Zonbu

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Not only does the mini Zonbu PC run Linux, maintain itself and store your files on-line, it's also one of the greenest machines out there.
Versions of Zonbu

If you set out to buy a Zonbu, you'll find the Standard Edition preloaded in a configuration as elaborated above, either with or without subscription plan. However, dig deeper and you'll also find three other Zonbus—Developer, Free Edition and Kiosk editions.

Because the standard Zonbu PC has a fixed OS configuration and application set, this version is ideal for Linux evangelism—that is, introducing Linux to people or organizations with limited computing requirements.

However, we insatiable tinkerers might pop an artery with the fixed configuration and lack of control found in the Zonbu Standard Edition. Therefore, the LJ crowd will likely find more joy in the alternative Zonbu editions.

Let's have a look at each of these editions.

Zonbu and Newbies

If only I had a nickel for each time I've heard one of you tell me “All my [insert non-geek relatives/friends] need is Web access, an office suite and MP3s. There's no reason they shouldn't be using Linux.” For situations like these, consider Zonbu your “Linux Conversion Appliance”.

Though your grandmother likely won't care, Zonbu Standard runs Gentoo Linux and uses Xfce as its desktop environment. Our review machine ran Version 6.999 of its software, with Linux kernel 2.6.22.4, which Zonbu still considers betaware. Meanwhile, the hardware is not in beta.

Figure 4. Zonbu runs Gentoo Linux and the Xfce desktop environment. In the Standard Edition, Zonbu maintains the OS and all applications. If you want to change anything, set up the Developer Edition instead.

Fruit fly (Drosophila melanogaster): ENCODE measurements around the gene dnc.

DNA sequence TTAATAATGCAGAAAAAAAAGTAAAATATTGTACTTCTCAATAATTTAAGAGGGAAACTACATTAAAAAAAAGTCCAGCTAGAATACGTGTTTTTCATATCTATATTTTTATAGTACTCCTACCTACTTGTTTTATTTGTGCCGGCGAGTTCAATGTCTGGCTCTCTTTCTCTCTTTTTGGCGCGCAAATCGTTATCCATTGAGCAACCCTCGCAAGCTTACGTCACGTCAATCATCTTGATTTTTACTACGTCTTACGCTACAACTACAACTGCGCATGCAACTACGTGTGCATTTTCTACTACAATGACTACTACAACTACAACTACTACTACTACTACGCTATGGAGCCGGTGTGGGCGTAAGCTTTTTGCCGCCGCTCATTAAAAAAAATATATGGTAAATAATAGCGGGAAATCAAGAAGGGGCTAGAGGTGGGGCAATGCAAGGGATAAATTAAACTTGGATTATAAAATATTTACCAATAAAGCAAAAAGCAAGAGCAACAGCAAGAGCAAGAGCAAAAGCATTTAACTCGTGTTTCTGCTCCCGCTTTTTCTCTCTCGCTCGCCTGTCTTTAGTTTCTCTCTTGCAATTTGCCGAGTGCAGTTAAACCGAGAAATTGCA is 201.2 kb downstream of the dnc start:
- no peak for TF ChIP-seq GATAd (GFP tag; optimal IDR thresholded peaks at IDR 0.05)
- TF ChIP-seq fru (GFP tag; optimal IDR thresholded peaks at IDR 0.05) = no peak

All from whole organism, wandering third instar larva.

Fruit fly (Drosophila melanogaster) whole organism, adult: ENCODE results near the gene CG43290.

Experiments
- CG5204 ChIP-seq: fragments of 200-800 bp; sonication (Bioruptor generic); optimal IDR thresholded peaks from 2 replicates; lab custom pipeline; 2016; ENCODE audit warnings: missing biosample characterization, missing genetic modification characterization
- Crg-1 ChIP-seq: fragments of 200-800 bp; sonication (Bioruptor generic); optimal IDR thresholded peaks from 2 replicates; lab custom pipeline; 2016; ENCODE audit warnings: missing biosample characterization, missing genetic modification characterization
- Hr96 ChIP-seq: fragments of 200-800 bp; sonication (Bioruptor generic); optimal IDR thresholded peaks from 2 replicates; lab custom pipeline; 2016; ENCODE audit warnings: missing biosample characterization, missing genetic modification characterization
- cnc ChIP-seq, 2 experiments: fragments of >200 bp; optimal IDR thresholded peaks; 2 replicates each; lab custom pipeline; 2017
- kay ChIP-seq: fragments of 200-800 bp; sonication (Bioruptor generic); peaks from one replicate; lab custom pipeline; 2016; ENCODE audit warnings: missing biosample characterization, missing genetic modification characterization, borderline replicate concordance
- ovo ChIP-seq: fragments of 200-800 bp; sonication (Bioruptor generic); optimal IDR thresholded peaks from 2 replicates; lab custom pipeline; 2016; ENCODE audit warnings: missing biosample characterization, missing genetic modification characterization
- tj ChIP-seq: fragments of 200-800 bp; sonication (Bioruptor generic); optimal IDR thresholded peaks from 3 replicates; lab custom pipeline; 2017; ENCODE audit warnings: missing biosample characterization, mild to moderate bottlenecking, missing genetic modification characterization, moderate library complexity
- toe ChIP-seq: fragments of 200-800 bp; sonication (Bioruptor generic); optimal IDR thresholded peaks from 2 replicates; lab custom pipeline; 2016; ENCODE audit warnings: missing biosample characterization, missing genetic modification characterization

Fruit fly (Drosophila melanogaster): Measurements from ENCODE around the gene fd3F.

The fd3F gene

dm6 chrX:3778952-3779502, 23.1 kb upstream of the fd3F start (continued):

For better or worse, neither you nor your grandmother can change a Zonbu build in the Standard Edition, not even install additional applications. On the flip side, Zonbu contains a wide range of standard Linux apps and presents them to the user in a very functional, logical manner. See the Included Applications sidebar for a sample of Zonbu's applications.

Support for printers, Flash drives and digital cameras is as good as any Linux machine, and other music players and iPods (though not fully) are supported as well. Buyers beware that neither Bluetooth, scanners nor Webcams are currently supported, and the Belkin F5D7050 is the only supported Wi-Fi device.

Although media codecs are always an issue with Linux, Zonbu has much of that pretty well solved. One can play back the following: MP3s, WMA, WMV, AVI, QuickTime, MPEG/MP4, RealMedia and DVDs from around the globe (given you've got the optional CD/DVD drive).

Another issue to consider is Internet connection. Luckily, you're not completely up a creek if your Internet access is down, because most recent files will be stored in the onboard cache. You simply won't have access to your older files in on-line storage. In addition, Zonbu needs only 64KB/s to work, but a minimum of 256KB/s is recommended. I tested Zonbu with a slower connection, around 100KB/s, and found it to work fine under everyday working conditions with small files. However, logic tells you that pumping gigantic files though small pipes is no fun, so keep this in mind if you'll be transferring large files frequently.

Those computing in the wacky world of Windows who wish to take their existing files along into the Zonbu universe can utilize the Windows Importer Tool. This tool, which runs on Windows, allows you to select the files to transfer, including e-mail, and will upload them to the storage space. Zonbu will synchronize the e-mail files from Outlook, Outlook Express, Netscape Composer 4.0 and Eudora to work with Evolution. We were able to get a bunch of Outlook-based e-mail synchronized without a hitch.

Beyond the annoyance of the inability to change either the OS or your applications, a few other minor issues arose. In addition to making annoyingly loud beeps while starting up, Zonbu's boot time is a bit slow even for Linux—close to two minutes (20–30 seconds longer than our SUSE Linux and Ubuntu systems).

Another annoyance in my book is Zonbu's avoidance of Linux to the general public, saying that “The Zonbu OS looks and works like the latest PC operating systems” and offering advantages like superior security. Clearly when reading the Web pages for developers, Zonbu is zealous about Linux, and yes, we do want to present Linux's modern, user-friendly face to new recruits. Nevertheless, why not use this as a teaching opportunity to plug Linux to the world not just by functional advantage but by name too?

______________________

James Gray is Products Editor for Linux Journal

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